Cindy Yu

Cindy Yu

Cindy Yu is an assistant editor of The Spectator and presenter of our Chinese Whispers podcast. She was brought up in Nanjing. She tweets at @CindyXiaodanYu

How would Britain’s Labour party change UK-China relations?

34 min listen

In less than a month’s time, Britain may well have a new prime minister – and a different ruling party. Under 14 years of the Conservative party, the UK’s approach to China has swung from the sycophancy of the golden era to fear and loathing under Liz Truss, stabilising in the last couple of years

Life in a changing China

39 min listen

Since 1978, China has changed beyond recognition thanks to its economic boom. 800 million people have been lifted out of poverty as GDP per capita has grown eighty times. Some 60 per cent of the country now live in cities and towns, compared to just 18 per cent before. But you know all this. What’s

Is the Labour lead as big as it seems?

13 min listen

Both major party leaders are hitting the road today and campaigning in Scotland, which will be a major battleground in the coming election. Labour looks comfortably in the lead, but is that number accurate to what’s happening on the ground? Cindy Yu and Katy Balls talk to Focaldata’s James Kanagasooriam about their latest analysis. Produced

Is an election about to be called?

11 min listen

Westminster is awash with rumours today that the Prime Minister is about to call an election. On this episode, Cindy Yu talks to Katy Balls and Fraser Nelson about where this speculation is coming from and how seriously to take them. Produced by Cindy Yu.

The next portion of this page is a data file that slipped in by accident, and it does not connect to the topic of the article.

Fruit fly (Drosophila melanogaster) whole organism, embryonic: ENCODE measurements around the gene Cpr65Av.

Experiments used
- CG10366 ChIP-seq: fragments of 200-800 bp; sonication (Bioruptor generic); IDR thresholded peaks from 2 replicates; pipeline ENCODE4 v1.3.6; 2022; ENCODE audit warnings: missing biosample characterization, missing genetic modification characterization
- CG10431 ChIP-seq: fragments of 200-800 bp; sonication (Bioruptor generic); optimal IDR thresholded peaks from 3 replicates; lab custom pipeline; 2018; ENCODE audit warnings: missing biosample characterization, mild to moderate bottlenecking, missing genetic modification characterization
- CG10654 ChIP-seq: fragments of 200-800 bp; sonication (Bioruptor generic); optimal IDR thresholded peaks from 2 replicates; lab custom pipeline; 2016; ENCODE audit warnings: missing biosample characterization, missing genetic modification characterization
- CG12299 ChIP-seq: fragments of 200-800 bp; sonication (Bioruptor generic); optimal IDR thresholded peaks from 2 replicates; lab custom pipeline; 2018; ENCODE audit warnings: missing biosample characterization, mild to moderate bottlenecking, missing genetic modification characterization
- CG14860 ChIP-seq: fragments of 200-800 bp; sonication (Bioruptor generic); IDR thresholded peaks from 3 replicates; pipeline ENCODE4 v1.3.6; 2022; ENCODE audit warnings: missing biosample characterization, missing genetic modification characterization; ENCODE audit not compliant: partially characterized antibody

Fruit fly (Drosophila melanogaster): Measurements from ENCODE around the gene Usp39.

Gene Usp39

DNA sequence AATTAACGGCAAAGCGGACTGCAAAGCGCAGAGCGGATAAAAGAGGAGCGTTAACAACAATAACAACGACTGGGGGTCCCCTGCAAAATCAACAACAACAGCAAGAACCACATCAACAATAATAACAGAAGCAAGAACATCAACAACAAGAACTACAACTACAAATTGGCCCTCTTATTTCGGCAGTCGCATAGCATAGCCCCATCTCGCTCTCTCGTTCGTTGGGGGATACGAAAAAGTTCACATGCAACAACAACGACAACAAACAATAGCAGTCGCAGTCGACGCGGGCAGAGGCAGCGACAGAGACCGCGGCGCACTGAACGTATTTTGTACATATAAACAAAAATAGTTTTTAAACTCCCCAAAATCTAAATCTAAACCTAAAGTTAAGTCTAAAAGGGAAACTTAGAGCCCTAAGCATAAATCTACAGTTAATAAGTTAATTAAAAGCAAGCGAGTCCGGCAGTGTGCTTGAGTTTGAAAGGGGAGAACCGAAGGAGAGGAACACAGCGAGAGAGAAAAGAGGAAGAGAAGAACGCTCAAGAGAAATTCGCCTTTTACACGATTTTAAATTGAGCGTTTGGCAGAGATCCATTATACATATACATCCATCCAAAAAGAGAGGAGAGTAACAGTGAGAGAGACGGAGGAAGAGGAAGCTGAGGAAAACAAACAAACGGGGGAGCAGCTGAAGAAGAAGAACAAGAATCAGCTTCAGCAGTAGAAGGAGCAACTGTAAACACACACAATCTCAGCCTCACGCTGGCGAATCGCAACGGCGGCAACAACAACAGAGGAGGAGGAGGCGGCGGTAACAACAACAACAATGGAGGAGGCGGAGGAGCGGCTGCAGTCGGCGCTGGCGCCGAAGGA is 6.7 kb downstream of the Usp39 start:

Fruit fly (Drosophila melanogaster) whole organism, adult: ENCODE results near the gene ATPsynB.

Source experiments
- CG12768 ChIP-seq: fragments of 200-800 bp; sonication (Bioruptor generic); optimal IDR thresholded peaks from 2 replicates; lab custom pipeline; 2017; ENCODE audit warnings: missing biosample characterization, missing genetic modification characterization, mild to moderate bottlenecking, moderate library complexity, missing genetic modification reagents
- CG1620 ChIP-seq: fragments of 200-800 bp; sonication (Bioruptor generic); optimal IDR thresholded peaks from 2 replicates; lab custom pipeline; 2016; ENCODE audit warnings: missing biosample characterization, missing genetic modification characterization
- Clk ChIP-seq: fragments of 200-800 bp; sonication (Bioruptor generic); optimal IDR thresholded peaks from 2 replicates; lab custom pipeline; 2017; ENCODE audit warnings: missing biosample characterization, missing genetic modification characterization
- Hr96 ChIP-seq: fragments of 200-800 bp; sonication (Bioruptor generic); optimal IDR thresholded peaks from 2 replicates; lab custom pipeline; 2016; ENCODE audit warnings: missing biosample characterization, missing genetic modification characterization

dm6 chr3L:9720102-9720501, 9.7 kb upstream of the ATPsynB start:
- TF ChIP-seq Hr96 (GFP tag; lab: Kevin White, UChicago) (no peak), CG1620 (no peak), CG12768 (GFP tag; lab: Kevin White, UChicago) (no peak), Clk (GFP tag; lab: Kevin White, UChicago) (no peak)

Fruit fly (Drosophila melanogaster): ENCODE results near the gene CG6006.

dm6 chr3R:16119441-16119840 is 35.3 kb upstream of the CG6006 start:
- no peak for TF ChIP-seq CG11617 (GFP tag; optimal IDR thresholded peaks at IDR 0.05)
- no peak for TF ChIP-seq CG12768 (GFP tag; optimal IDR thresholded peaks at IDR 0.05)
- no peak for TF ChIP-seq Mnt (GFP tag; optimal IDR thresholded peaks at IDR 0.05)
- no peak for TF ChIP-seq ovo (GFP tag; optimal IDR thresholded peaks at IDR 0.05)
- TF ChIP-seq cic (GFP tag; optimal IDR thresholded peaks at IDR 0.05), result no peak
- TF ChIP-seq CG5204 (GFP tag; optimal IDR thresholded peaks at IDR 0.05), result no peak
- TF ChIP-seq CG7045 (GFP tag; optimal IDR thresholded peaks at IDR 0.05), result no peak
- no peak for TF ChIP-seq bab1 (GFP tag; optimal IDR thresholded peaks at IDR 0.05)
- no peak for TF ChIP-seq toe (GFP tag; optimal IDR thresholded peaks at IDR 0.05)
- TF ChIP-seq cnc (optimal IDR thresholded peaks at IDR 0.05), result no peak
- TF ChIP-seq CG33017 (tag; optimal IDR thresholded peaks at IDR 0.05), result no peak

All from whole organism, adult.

Cindy Yu

China will struggle to resist Biden’s trade war

Attending a business summit in Shanghai earlier this year, I was struck by how downbeat the mood was. China’s stagnant economy, in particular the slow-motion meltdown of the property market, had clipped investor confidence across a number of industries. One Italian businessman told me the event had many fewer international attendees than previous years. But

Max Jeffery, David Shipley, Patrick Kidd, Cindy Yu, and Hugh Thomson

33 min listen

On this week’s Spectator Out Loud: Max Jeffery interviews Afghan resistance leader Ahmad Massoud (1:13); former prisoner David Shipley ponders the power of restorative justice (8:23); Patrick Kidd argues that the Church should do more to encourage volunteers (14:15); Cindy Yu asks if the tiger mother is an endangered species (21:06); and, Hugh Thomson reviews Mick

Be more tiger mum!

‘What’s it to do with me if your boyfriend wants to break up with you? Or if you cried, or had a fight, these are not things that I as a supervisor care about. I’m not your mother. All I care about is results. Our relationship is just employee-employer.’ In a series of videos posted

Starmer fluffs his lines at PMQs

11 min listen

There were no defections today at Prime Minister’s Questions, which probably put Keir Starmer in a slightly stronger position, ironically, given the fuss about Natalie Elphicke crossing the floor last week. The focus was on justice and both the PM and Starmer came up with some new attack lines, but the delivery was – in

China’s vendetta against Nato

46 min listen

Last week, President Xi Jinping visited Serbia. An unexpected destination, you might think, but in fact the links between Beijing and Belgrade go back decades. One event, in particular, has linked the two countries – and became a seminal moment in how the Chinese remember their history. In 1999, the Chinese embassy in Belgrade was

Slavoj Zizek, Angus Colwell, Svitlana Morenets, Cindy Yu, and Philip Hensher

32 min listen